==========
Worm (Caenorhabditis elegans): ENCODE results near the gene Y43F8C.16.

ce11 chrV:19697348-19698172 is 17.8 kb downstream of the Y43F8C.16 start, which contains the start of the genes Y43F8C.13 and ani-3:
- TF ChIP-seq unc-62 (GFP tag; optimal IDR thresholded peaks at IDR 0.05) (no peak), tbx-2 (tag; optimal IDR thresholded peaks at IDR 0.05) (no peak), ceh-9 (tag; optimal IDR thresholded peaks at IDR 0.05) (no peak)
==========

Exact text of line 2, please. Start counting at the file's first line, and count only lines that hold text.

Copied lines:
ce11 chrV:19697348-19698172 is 17.8 kb downstream of the Y43F8C.16 start, which contains the start of the genes Y43F8C.13 and ani-3: